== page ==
I first confronted Grabowski on his religion during a class. I told him that I was paid to find out what religion he was (which was untrue, if I found out, I would have been paid). He mentioned that he cannot tell us it would obscure our learning process and he needed to remain impartial to it during the class. After the class, he just said something about he needs to not let the class know his opinions or belief structures because it doesn't provide a conductive learning environment. In a nut shell, "what kind of teacher would I be if I told you".
Since then, I have found that statement to be a lie. I have written in my notes every single time he has given us his own biased opinion on subject material. I have listed a few examples below.
1.) "I find it hard to believe in self-causation". This was in reference to my suggestion that the planet created itself
2.) "I consider myself a virtue theorist" When discussing the sophists.
3.) August 18th: "Technology is changing. I find myself pretty disgusted with certain things in the world"
Knowing he is lieing about not wanting to show bias in his class, we can assume he has another reason for obscuring his religion. Using deductive reasoning, I have outlined a few possible scenarios on why this might be....
1.) Out of tradition, to keep it a secret.
2.) He may have a religion that is mocked and doesn't feel like it's an effective use of class time to discuss his own beliefs.
3.) He may feel like this is truly a situation of church and state and prefer plead the fifth.
4.) He doesn't have a religion
Then from this we can move to religion specific reasons. For instance if he is a certain religion, maybe classmates might respond to him differently based on his religion (viewpoint discrimination of the mind so to speak).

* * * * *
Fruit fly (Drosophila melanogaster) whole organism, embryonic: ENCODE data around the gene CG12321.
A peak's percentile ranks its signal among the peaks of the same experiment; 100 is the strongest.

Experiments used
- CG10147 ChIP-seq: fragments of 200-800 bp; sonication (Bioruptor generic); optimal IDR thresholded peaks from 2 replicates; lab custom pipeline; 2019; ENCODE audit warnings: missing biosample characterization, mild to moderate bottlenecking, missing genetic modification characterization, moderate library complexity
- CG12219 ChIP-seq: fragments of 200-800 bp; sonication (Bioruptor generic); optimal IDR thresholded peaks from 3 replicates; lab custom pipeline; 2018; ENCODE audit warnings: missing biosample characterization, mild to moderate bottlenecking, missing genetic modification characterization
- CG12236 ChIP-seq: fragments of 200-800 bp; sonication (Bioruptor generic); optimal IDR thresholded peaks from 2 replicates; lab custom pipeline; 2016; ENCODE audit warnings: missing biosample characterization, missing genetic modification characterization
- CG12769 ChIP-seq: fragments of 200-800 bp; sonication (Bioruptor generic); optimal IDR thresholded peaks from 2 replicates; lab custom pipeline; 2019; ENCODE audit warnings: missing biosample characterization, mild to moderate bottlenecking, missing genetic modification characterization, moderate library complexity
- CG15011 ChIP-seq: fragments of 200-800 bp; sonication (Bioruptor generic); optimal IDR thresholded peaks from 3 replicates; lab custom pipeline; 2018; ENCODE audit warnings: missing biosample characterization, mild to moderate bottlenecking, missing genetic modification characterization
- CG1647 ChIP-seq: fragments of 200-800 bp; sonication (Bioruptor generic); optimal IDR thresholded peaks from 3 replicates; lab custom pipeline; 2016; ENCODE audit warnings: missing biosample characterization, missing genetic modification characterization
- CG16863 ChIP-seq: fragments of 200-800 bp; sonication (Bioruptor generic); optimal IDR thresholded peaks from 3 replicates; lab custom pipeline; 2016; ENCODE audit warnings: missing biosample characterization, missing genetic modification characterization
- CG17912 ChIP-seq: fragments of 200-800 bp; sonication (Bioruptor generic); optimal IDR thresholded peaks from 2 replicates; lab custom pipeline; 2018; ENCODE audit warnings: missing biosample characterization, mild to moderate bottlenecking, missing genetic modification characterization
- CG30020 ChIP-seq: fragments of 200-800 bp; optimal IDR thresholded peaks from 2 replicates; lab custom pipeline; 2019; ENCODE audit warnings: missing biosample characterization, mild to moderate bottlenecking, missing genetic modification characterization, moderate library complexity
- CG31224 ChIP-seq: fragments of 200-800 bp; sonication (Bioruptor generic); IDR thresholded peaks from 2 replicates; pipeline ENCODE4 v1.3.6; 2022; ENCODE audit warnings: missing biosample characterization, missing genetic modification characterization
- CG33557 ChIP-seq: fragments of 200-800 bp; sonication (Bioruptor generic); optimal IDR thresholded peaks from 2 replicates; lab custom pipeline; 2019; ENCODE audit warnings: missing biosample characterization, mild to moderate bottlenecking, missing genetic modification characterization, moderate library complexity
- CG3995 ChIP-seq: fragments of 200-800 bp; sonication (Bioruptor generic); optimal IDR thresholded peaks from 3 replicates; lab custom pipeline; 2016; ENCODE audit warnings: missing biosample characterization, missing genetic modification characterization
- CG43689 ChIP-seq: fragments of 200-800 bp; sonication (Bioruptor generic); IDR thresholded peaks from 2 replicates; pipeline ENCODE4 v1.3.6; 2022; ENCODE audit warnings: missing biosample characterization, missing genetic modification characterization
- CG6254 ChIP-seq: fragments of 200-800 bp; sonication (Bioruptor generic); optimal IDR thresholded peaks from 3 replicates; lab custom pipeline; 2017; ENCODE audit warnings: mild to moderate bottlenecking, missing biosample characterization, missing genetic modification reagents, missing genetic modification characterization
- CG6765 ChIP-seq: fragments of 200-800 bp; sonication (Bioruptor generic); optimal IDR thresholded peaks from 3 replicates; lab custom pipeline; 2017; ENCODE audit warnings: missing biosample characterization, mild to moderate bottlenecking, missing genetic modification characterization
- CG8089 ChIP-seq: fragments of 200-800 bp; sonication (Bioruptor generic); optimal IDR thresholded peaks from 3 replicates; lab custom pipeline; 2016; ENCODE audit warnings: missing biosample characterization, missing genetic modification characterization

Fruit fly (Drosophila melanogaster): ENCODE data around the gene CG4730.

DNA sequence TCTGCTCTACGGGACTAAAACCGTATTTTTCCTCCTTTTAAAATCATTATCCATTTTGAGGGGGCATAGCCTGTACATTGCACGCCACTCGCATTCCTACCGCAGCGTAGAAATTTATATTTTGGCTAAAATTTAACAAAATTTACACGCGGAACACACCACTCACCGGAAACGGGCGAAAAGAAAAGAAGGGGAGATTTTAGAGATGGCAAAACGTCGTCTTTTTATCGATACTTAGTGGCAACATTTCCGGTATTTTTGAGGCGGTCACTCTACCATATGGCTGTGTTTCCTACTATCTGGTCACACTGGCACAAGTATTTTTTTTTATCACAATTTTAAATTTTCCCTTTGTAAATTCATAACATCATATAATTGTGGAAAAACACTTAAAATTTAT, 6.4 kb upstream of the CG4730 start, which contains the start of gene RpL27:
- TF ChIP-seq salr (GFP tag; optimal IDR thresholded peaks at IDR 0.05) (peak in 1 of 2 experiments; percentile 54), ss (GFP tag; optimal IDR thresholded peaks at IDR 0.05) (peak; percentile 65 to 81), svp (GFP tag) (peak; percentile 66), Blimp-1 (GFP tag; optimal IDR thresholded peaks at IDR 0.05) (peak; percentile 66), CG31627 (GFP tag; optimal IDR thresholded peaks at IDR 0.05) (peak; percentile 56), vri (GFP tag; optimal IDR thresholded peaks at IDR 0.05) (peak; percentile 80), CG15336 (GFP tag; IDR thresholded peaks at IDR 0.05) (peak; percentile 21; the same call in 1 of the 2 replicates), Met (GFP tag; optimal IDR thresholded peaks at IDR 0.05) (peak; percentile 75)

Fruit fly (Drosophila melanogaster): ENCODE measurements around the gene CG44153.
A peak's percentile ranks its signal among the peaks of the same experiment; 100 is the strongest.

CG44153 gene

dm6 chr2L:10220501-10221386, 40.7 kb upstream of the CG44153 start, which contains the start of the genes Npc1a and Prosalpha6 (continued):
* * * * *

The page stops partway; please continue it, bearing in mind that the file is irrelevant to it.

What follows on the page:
After I found out the first lie, I took a different method of investigating my answer. I started bringing up religion more in class. I started assimilating certain concepts he was discussing in the class to the concept of religion. Below are a few examples.
Chris: So if you won't disclose your religion, do you believe that socrates existed?
Grabowski: Yes, wholeheartedly
September 1st, 2011
In a discussion of "Platos Forms"
Grabowski read this off a powerpoint slide.
Forms are uncreated and indestructible; immovable; unchangeable; eternal (timeless); intelligible, not perceptible; incorporeal (non-physical); and unqualifiedly what their instances are only with qualification: the Form of Beauty is beautiful, the Form of Justice is just, and so on
I asked the question, "So can the forms equate to religion?"
To which he replied, well, I'm sure they can in some aspects but not for this discussion in paticular. But i'm sure if you replace the word forms in that quotation, and replace it with God, it might fit."
Then he proceeded to point the similarities to the class in a non-biased manner.
Grabowski does not have an official Religion. A religion is a mental commitment to a set of values that stem from the belief of a diety. Grabowski cannot commit himself to a truth. He can only question it to death (a hard core hair splitter). He does not inform the class of his religion because if he told them he was an agnostic (which he is not because you would have to believe in agnosticism first), then students would start questioning their own religion. If he was responsible for the students in the classes he has taught the past 6 years in reconsidering their religion, and religion was true and possible, he might cause those students who chose to reconsider and became athiests an eternity of hell, fire and damnation. Sure, it's a small amount, but I'm sure even one would matter to him. Grabowski is an ass. But I admire his concern for his students. Bravo Grabowski, Bravo.